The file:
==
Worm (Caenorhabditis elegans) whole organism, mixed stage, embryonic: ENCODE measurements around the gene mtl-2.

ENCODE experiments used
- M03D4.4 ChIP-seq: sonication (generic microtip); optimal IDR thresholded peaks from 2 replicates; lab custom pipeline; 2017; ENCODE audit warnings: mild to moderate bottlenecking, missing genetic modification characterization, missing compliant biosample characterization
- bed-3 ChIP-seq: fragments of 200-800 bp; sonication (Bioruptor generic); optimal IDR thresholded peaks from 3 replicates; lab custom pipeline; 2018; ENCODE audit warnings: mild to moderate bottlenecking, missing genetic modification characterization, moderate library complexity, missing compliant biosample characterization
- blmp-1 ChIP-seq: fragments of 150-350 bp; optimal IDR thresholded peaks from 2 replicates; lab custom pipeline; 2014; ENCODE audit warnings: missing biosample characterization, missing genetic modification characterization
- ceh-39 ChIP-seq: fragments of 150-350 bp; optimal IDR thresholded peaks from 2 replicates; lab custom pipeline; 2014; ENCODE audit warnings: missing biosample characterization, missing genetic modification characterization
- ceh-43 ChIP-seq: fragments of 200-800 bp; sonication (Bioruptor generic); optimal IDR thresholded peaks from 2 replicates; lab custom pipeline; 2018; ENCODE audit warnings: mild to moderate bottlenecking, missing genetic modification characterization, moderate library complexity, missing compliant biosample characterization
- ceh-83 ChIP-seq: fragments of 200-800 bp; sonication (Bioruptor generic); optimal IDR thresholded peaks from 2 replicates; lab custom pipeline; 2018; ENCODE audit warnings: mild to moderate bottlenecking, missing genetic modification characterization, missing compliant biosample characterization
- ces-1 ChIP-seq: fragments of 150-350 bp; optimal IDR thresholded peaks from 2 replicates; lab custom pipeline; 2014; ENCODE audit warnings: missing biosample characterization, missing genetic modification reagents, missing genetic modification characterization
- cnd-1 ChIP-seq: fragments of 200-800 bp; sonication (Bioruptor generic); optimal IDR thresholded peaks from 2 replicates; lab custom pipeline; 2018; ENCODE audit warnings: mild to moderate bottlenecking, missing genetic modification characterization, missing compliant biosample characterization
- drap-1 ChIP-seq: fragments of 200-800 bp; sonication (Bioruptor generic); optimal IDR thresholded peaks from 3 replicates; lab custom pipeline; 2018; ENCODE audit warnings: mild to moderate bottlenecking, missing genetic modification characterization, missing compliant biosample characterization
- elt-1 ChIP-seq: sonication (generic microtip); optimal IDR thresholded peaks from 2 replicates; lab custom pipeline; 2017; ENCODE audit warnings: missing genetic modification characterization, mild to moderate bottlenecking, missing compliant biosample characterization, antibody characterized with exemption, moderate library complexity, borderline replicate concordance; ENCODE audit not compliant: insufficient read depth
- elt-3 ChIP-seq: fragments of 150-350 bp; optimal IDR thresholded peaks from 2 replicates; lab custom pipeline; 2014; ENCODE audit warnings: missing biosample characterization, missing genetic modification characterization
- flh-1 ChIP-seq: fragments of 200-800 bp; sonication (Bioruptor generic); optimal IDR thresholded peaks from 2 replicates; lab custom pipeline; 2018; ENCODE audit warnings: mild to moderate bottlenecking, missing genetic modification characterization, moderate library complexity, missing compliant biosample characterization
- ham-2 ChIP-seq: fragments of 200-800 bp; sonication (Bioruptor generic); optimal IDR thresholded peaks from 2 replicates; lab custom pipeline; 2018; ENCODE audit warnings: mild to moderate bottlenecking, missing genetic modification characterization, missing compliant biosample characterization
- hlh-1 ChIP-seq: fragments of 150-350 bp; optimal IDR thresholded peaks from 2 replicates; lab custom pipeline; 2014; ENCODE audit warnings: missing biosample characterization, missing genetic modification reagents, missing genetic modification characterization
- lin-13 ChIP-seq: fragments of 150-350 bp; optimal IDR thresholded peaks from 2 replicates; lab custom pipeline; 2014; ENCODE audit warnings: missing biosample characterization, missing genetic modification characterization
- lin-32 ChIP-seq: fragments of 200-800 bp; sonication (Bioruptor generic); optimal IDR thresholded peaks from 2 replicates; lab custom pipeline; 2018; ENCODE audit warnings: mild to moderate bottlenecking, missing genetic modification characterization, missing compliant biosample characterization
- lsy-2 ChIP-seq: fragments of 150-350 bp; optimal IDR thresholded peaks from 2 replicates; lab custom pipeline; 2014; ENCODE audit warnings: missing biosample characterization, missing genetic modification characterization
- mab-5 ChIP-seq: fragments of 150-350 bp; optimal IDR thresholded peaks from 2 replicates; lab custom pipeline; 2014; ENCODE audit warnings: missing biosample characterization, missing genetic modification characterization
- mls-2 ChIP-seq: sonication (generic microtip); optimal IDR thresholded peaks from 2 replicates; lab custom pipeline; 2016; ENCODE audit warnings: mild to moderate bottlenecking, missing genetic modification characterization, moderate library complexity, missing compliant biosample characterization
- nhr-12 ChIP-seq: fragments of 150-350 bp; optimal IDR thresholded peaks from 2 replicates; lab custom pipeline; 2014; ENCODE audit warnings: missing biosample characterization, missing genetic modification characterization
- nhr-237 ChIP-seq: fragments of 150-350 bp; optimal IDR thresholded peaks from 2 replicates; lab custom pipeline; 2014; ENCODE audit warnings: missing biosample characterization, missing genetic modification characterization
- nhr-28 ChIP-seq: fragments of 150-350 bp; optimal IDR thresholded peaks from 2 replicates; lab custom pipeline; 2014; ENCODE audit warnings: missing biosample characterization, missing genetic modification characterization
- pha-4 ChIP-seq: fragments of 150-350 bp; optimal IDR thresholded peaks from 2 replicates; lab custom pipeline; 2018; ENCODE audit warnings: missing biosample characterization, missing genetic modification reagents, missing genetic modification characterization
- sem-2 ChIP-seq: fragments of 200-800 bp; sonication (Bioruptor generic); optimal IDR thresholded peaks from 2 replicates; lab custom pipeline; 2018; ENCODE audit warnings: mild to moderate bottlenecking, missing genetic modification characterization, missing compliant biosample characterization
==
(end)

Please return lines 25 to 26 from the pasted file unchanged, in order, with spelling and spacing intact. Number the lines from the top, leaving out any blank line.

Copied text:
- pha-4 ChIP-seq: fragments of 150-350 bp; optimal IDR thresholded peaks from 2 replicates; lab custom pipeline; 2018; ENCODE audit warnings: missing biosample characterization, missing genetic modification reagents, missing genetic modification characterization
- sem-2 ChIP-seq: fragments of 200-800 bp; sonication (Bioruptor generic); optimal IDR thresholded peaks from 2 replicates; lab custom pipeline; 2018; ENCODE audit warnings: mild to moderate bottlenecking, missing genetic modification characterization, missing compliant biosample characterization